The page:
The ACFT is considered to be a more difficult test than the APFT and requires a higher level of physical fitness. The Army has provided training programs and resources to aid soldiers in preparing for the ACFT and meeting the new standards.

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Overall, the ACFT is a significant change in the Army’s physical fitness events and is intended to better prepare soldiers for the physical demands of combat operations.

Preparing for the ACFT

Preparing for the ACFT

The ACFT is a challenging test that demands a lot of preparation. Here are some recommendations to aid you in getting ready:

1. Initiate training early: Don’t procrastinate until the eleventh hour to start preparing for the ACFT. The test is intended to measure your overall fitness, so you have to be in good shape to pass it. Commence training at least six months prior to the test.

2. Concentrate on the six events: The ACFT has six events, and you need to be adept in all of them to pass. Make sure you’re training for each event and don’t disregard any of them.

3. Use proper form: Proper form is critical for the ACFT. Ensure you’re using the correct technique for each event to evade injury and maximize your performance.

4. Integrate strength and cardio training: The ACFT mandates both strength and cardio endurance. Integrate strength training and cardio workouts into your training routine to enhance your overall fitness.

5. Practice regularly: Practice makes perfect. Routinely practice the ACFT events to refine your technique and build endurance.

6. Get enough rest: Rest is vital for recovery and to prevent injuries. Ensure you’re getting enough rest between workouts to allow your body to recover.

By following these recommendations, you’ll be well on your way to passing the ACFT. Remember, preparation is key, so start training early and stay committed to your goals.

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Frequently Asked Questions about the ACFT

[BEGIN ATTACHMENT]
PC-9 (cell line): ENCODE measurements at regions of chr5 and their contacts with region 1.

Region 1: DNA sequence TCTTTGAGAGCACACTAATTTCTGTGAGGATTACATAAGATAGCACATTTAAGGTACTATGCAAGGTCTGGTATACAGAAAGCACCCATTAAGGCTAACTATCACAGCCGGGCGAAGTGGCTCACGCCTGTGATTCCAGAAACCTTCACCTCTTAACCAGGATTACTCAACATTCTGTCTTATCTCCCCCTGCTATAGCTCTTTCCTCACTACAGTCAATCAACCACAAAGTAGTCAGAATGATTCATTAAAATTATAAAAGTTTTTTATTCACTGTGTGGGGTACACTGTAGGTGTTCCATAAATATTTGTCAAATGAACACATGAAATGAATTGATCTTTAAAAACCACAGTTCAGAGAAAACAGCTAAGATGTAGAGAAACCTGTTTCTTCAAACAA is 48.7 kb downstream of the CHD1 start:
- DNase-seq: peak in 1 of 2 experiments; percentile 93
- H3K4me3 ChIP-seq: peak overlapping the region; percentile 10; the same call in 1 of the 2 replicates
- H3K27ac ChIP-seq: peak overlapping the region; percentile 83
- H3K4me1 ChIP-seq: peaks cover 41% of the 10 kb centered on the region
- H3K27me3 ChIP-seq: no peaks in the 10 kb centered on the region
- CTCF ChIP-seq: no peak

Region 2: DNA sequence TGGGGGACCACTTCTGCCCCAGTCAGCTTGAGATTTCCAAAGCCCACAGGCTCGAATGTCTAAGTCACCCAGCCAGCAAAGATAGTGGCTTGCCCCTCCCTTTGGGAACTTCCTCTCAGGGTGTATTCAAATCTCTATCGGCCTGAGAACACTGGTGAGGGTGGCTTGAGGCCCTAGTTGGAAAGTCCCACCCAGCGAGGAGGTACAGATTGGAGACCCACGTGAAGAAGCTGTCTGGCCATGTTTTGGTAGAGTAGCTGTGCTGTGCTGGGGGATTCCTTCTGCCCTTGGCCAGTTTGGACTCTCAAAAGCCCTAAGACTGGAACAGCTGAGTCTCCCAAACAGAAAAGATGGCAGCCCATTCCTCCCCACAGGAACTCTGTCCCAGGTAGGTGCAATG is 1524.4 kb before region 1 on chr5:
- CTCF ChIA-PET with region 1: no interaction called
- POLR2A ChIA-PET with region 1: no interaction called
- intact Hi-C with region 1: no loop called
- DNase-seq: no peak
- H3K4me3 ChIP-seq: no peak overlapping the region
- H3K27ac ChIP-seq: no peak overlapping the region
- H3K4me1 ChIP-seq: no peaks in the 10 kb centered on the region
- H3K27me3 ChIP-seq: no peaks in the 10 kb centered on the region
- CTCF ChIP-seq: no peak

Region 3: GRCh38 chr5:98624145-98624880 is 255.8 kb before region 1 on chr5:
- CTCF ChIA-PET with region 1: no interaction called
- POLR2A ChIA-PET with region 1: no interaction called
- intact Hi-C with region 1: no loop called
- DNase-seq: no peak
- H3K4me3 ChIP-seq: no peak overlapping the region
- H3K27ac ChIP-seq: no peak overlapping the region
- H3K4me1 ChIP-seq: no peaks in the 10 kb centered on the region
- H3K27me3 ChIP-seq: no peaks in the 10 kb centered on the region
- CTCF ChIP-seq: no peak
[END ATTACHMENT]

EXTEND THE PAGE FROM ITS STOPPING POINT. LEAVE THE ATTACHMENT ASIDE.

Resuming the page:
Frequently Asked Questions about the ACFT

Q: What is the ACFT?

A: The ACFT stands for Army Combat Fitness Test. It is a new fitness test designed to replace the old Army Physical Fitness Test (APFT).

Q: When will the ACFT become mandatory?

A: The ACFT became mandatory for all Army soldiers on October 1, 2020.

Q: What are the events in the ACFT?

A: The ACFT consists of six events: deadlift, standing power throw, hand-release push-up, sprint-drag-carry, leg tuck, and a two-mile run.

Q: What are the minimum passing scores for the ACFT?

A: The minimum passing scores for each event are as follows: deadlift (131 pounds), standing power throw (26%), hand-release push-up (25%), sprint-drag-carry (25%), leg tuck (25%), and two-mile run (25%).

Q: What happens if I fail the ACFT?

A: If a soldier fails any event in the ACFT, they will be required to retake that event within 90 days. If they fail again, they will be flagged and placed on the Army Body Composition Program (ABCP).

Q: Can I train for the ACFT on my own?

A: Yes, soldiers are encouraged to train for the ACFT on their own. There are many resources available, including training plans and videos, on the Army’s website.

Q: What if I have a medical condition that prevents me from completing certain events?

A: Soldiers with medical conditions that prevent them from completing certain events may be granted a medical profile that allows them to be exempt from those events. However, they will still be required to complete the other events and pass the ACFT overall.